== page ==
Pix 047

Removal of the bushings was not too difficult in this particular case. The front bushings were removed by pressing off the metal collars as shown in Picture No. 039.

pressing out front bushing

Pix 039

The wings of the front collars were positioned on the press plates to allow clearance for the trailing arm to fall through the press plates. The rear bushing collar was placed in a bearing press plate fixture and the trailing arm was pressed through the collar as shown in Picture No. 040cropweb.

setting up removal of rear bushing

Pix 040

The remaining rubber was removed fairly easily. Neatrix (TM) bushings were selected with ride comfort considerations as a concern. (But they still squeak.) Because the installed bushings are in such a remote location, they cannot be drilled for external lubrication holes. Instead, grooves were cut into the inside surface to hold lubricant for a longer period of time. See Picture No. 056 and 57.

prepare grease groove

Pix 056

preparing lube groove

Pix 057

The new bushings were first pressed into the front and rear collars. (2 front and 2 rear ). The rear collars (and installed bushings) were pressed on the trailing arms using a vice as shown in Picture No. 058. When the collar bottomed out on the trailing arm, the arm was repositioned as shown in Picture No. 058.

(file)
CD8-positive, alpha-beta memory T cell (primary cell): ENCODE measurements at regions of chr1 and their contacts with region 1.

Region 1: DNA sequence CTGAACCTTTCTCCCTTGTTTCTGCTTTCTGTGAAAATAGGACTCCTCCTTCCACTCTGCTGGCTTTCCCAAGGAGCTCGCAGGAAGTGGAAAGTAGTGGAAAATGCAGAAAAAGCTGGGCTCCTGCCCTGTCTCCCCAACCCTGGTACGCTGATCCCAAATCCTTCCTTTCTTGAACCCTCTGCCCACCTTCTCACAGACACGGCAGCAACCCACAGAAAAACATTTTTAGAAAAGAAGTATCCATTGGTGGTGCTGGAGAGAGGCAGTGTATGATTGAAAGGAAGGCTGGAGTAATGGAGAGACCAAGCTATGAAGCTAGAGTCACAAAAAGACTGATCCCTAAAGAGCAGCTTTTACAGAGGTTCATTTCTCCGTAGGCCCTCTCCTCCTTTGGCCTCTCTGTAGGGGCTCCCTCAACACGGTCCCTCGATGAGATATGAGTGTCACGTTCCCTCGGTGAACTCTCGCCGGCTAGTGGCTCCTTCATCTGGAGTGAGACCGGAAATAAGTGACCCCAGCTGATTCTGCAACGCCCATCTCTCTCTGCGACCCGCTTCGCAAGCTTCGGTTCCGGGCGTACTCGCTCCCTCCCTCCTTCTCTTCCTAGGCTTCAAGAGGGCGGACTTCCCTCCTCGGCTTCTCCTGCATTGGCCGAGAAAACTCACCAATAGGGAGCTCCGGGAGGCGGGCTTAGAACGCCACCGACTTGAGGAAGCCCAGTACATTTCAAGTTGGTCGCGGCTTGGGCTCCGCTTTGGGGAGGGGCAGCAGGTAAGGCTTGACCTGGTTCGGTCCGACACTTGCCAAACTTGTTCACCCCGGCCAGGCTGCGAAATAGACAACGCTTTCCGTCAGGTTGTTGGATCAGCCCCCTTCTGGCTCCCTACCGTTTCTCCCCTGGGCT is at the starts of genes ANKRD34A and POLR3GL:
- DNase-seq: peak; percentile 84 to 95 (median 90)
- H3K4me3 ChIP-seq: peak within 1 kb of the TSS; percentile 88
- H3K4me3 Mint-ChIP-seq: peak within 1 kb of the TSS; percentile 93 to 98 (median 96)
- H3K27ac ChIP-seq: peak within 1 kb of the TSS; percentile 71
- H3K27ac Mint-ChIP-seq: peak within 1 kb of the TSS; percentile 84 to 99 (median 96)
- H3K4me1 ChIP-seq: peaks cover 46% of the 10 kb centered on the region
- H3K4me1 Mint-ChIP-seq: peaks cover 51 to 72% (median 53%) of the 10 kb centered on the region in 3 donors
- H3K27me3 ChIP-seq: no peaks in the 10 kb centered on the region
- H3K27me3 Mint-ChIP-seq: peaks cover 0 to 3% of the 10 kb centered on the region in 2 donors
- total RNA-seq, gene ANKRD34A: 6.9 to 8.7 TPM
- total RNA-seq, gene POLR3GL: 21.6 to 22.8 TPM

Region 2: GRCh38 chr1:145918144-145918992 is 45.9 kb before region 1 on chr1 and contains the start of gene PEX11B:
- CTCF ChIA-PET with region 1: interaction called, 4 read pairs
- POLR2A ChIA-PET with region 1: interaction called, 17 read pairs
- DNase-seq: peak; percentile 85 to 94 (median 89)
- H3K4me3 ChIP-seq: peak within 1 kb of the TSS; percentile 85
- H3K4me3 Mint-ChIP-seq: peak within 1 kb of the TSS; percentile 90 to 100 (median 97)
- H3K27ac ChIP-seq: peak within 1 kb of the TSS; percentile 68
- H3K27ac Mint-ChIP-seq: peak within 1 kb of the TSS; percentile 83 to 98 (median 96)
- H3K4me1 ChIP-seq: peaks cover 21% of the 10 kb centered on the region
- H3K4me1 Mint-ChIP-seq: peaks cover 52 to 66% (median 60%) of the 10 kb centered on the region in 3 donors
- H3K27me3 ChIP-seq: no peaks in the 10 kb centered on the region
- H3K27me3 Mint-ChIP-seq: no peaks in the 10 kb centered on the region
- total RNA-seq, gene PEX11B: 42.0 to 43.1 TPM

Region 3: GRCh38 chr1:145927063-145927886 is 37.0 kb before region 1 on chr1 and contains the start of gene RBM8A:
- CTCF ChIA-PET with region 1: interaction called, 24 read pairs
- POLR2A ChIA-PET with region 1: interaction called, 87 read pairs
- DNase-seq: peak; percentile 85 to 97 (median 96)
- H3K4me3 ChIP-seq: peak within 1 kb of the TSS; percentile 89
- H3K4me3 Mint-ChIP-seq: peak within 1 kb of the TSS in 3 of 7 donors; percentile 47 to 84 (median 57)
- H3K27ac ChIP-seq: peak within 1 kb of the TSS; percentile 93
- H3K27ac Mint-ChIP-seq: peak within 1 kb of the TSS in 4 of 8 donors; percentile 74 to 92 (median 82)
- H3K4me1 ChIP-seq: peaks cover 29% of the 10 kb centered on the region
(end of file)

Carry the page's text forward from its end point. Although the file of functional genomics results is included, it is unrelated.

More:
pressing on rear bushing

Pix 058

The front collars (with installed bushings) were positioned by hand pressure. The assembled arms were fitted back into the rack beam . See Picture No. 062cropweb.

installing rae part of trailing arm

Pix 062

The rack beam mounting bolts were installed through the arms into the body (one side is assembled at a time). See Picture No. 063. The front brackets were reinstalled. The ball joint pins were reinstalled into their strut housings.

more installing

Pix 063

With this particular car, the Bilstein struts were also replaced. The Bilstein strut inserts are retained at the bottom of their housings by a roll pin (which is above the ball joint retaining pin.) See Picture No. 066.

removing roll pin for bilsteins

Pix 066